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US judge orders Texas to move floating barriers in Rio Grande


A U.S. judge has ordered Texas to relocate floating buoys placed in the middle of the Rio Grande to prevent migrants from illegally crossing the U.S.-Mexico border, a tentative victory for President Joe Biden, whose administration has sued the state in justice.

U.S. District Court Judge David Ezra issued a preliminary injunction to Austin on Wednesday that requires Texas to relocate the buoys, currently near the town of Eagle Pass, to an embankment on the Texas side of the river by 15 september. a legal challenge that the 305-meter barrier unlawfully interferes with navigation and was installed without authorization from the US Army Corps of Engineers.

The move is a setback for Texas Governor Greg Abbott, a Republican who says Biden, a Democrat, has been too soft on border security.

The floating barrier is one of several strategies launched by Abbott to deter migrants, including coils of razor wire placed along the river bank.

“Governor Abbott has announced that he is not ‘seeking clearance’ for Operation Lone Star, the anti-immigration program under which Texas built the floating barrier,” Ezra wrote in a 42-minute order. pages. “Unfortunately for Texas, permission is exactly what federal law requires before erecting obstructions in the country’s navigable waters.”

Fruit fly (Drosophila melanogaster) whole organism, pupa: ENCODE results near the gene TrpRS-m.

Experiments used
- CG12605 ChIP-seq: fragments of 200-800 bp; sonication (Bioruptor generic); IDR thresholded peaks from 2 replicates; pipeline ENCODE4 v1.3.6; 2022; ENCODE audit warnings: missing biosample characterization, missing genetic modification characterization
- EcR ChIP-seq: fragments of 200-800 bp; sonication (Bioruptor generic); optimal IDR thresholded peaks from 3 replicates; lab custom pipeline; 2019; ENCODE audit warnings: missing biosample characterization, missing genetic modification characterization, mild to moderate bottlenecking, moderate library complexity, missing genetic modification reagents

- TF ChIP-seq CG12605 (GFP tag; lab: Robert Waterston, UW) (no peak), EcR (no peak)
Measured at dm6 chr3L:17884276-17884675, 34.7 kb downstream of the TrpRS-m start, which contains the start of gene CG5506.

Texas immediately appealed the ruling to the conservative 5th Circuit Court of Appeals, and Abbott’s office said it was prepared to take the case to the Supreme Court.

“Our battle to uphold the sovereign authority of Texas and protect lives from the chaos wrought by President Biden’s open borders policy has only just begun,” the governor’s office said in a statement.

The US Department of Justice is satisfied with Ezra’s decision, Assistant Attorney General Vanita Gupta said in a statement.

The Mexican government also issued a statement, saying it remained attentive to the final resolution, reiterating “the urgency to permanently remove the buoys on our common border” and the need to safeguard the human rights of migrants.

Abbott’s border operations came under increased scrutiny in July after the publication of an internal email alleging that Texas authorities had been ordered to push migrant children back into the river and refuse to water to migrants in extreme heat.

A few weeks later, a body was found stuck in the buoys. The Texas Department of Public Safety said the victim appeared to have drifted toward the barrier after drowning.

Ezra, appointed by former Republican President Ronald Reagan, said more than 140 concrete anchors, some weighing 1,361 kilograms, used to secure the buoys could cause serious damage to boats or other vessels.

“Photographs show these gray concrete anchors lying on the river bed, with no markings to identify them as unsafe,” Ezra wrote. “These concrete obstacles present a serious risk to watercraft of any kind.”

The Mexican government sent a diplomatic letter to the United States in June opposing the barrier, saying it violates a water treaty between the two countries and could encroach on Mexican territory.

Ezra said the buoys have “already put tremendous strain on the US-Mexico relationship,” citing those tensions as an example of the harm the barrier could cause if left in place while litigation continues. .